Lake Titicaca, which sits high in the Andes Mountains, was a sacred spot for the Incas. This cold, deep lake is the largest lake in South America. It is home to more than 530 aquatic species and large populations of water birds, including the endemic and endangered flightless Titicaca grebe. The huge Titicaca water frog, which stretches up to two feet long, also lives there. But the lake’s famed biodiversity is threatened by industrial, agricultural, and household pollution.
To reduce pollution, Seacology is working with communities on Amantani, one of the lake’s many islands. About 4,200 people, indigenous Quechan speakers, call this island home. This project encourages villagers to use traditional terraced farm plots to grow native crops like potatoes and quinoa, without pesticides. Many of these terraced fields, which cover the island’s steep hills, were abandoned after heavy rains damaged them. Restoring them will reduce erosion that pours sediment into the lake. And shifting to organic agricultural practices will mean less pesticide runoff.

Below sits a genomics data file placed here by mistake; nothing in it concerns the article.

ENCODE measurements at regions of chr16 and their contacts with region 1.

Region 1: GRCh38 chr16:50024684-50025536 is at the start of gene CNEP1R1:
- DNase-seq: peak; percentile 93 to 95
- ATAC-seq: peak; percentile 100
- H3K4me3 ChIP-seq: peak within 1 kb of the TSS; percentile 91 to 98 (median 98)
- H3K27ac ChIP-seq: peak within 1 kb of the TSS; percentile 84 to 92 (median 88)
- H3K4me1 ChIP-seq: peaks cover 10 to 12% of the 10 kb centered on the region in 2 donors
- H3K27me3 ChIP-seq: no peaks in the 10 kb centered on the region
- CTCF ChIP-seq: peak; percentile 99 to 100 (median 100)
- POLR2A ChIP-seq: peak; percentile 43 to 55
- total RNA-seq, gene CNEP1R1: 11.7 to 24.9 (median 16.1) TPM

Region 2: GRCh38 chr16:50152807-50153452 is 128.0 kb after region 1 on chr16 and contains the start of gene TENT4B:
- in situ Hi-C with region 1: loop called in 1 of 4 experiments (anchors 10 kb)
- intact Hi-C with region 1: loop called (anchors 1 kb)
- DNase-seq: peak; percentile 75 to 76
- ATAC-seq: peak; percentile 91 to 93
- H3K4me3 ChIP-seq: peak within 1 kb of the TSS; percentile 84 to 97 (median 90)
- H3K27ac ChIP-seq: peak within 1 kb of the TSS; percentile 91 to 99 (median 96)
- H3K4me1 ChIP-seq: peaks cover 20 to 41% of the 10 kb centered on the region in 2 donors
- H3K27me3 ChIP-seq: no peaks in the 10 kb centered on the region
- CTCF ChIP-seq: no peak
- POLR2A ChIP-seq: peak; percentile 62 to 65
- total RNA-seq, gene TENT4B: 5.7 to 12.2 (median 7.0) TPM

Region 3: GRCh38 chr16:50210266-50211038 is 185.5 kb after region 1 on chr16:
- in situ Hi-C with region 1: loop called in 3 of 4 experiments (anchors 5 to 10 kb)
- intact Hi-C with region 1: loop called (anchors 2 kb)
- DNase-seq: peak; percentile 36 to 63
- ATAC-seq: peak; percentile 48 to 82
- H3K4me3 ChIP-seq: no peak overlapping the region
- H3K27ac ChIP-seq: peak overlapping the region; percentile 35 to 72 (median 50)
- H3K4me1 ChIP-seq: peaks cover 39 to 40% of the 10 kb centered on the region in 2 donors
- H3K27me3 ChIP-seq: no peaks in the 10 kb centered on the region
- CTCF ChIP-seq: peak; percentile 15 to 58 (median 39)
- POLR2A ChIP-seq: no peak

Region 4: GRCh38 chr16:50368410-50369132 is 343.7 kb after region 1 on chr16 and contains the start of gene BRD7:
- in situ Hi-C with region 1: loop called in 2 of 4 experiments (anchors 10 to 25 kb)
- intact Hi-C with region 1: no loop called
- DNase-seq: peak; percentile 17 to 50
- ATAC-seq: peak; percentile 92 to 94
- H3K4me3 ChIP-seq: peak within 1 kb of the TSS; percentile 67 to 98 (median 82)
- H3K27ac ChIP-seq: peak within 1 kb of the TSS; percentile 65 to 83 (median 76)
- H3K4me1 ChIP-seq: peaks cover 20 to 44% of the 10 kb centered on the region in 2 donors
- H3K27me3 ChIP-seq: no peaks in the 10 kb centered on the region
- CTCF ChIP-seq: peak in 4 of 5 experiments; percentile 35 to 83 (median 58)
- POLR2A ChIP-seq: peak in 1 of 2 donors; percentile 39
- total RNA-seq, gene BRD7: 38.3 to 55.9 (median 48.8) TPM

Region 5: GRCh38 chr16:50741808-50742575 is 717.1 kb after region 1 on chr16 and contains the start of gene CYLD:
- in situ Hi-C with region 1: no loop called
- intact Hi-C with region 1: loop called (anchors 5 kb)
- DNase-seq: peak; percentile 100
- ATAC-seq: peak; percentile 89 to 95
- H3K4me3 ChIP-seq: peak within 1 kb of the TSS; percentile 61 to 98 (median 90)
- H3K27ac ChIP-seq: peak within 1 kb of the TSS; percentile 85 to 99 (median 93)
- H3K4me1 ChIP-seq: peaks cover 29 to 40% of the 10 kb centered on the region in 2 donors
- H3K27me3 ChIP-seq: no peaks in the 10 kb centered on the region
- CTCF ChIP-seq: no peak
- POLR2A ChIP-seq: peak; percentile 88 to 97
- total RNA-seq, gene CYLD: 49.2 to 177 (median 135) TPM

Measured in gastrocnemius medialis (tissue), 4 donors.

This project also provides garbage cans and equipment for separating recyclables. The municipality will pick up the garbage and see that it is disposed of properly off the island.
The third aspect of the project involves promoting small-scale tourism and environmental education. The community will build a new interpretive center next to an ancient emblematic stone called “Incatiana.” (Sacred spots at Machu Picchu have similar stone markers.) They will also build trails around the island, and replant two kinds of native trees on 2.5 acres of deforested land near the interpretive center.
The center will educate visitors and students about the ancestral use of the island and modern threats to the environment. Materials will also warn tourists against harming the endangered Titicaca grebe by taking eggs or inadvertently trampling the nests of these flightless birds.